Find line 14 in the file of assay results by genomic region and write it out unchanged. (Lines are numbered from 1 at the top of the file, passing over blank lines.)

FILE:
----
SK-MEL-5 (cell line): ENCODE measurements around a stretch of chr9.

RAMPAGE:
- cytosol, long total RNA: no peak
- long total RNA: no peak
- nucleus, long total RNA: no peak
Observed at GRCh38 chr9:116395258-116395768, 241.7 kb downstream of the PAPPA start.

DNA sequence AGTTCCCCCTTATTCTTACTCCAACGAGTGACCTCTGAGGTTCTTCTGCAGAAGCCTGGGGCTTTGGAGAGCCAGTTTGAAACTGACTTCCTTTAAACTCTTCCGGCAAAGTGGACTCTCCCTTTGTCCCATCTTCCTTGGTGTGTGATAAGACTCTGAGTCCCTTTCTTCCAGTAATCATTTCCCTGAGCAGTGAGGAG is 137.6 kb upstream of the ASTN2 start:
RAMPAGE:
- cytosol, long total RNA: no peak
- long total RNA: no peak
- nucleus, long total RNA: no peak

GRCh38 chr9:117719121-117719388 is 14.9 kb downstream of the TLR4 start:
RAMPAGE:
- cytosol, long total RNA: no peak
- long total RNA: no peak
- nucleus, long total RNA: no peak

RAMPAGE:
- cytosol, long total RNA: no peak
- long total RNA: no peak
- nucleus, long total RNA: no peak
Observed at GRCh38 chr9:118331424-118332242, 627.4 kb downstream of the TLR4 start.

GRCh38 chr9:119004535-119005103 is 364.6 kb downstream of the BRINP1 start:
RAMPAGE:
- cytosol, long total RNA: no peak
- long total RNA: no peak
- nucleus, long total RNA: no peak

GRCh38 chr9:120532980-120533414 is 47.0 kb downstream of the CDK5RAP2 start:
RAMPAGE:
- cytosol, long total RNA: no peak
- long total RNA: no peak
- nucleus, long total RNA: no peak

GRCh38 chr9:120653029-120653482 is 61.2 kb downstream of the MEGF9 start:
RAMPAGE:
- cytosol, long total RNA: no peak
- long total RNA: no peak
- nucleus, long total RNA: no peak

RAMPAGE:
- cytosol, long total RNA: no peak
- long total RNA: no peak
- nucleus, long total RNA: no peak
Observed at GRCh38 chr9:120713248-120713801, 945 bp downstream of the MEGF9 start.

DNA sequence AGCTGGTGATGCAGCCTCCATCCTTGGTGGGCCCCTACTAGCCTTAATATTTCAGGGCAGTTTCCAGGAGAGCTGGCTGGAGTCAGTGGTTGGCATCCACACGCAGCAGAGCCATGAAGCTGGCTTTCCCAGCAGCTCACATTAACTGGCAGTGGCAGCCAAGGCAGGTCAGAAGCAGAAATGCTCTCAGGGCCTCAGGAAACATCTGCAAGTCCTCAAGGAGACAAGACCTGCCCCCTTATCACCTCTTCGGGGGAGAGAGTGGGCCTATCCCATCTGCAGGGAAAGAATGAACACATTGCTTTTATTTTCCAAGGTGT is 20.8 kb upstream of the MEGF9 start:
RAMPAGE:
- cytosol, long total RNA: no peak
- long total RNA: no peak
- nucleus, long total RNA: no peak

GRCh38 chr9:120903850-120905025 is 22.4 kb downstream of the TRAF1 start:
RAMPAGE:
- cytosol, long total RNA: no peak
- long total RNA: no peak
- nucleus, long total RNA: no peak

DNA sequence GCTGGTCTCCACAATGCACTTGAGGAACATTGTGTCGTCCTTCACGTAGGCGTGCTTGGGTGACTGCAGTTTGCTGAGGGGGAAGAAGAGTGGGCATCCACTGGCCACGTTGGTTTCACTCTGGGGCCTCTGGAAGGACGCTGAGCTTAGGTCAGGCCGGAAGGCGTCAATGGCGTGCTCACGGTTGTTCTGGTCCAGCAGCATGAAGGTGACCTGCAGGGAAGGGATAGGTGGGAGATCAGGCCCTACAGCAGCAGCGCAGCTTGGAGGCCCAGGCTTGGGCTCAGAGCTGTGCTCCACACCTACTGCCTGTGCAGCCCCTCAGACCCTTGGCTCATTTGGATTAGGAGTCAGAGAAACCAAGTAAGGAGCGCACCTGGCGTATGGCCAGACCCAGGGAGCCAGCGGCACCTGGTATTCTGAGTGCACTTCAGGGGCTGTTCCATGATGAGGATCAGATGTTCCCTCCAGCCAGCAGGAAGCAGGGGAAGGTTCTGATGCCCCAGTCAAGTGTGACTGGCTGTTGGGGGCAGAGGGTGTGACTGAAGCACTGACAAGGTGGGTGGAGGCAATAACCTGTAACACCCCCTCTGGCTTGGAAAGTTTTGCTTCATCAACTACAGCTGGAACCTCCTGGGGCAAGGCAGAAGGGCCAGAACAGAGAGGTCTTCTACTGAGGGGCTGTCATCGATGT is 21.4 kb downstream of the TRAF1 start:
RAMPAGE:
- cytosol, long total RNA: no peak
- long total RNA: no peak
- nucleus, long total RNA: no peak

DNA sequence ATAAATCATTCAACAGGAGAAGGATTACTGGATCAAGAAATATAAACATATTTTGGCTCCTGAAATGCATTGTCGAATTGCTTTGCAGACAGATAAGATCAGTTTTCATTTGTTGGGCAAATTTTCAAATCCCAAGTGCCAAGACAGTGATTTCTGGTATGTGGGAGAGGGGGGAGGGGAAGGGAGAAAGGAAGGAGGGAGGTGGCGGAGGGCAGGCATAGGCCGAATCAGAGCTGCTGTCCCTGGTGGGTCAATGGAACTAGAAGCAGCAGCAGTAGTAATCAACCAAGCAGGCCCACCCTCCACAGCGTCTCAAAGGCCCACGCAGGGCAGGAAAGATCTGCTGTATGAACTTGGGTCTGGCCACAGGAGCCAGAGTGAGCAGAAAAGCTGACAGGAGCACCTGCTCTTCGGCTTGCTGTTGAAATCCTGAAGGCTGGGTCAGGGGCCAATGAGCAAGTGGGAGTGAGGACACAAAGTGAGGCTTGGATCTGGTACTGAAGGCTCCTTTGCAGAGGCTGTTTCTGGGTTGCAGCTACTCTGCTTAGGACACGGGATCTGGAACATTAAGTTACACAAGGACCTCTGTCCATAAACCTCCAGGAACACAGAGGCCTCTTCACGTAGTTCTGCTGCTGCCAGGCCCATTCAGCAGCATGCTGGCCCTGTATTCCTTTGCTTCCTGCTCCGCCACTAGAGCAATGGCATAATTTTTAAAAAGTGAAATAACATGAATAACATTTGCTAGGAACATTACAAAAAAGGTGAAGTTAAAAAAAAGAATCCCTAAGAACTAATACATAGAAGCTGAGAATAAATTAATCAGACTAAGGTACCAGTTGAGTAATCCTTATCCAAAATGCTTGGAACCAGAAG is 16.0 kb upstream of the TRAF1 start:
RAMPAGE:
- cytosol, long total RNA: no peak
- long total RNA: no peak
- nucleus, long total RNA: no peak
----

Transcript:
- cytosol, long total RNA: no peak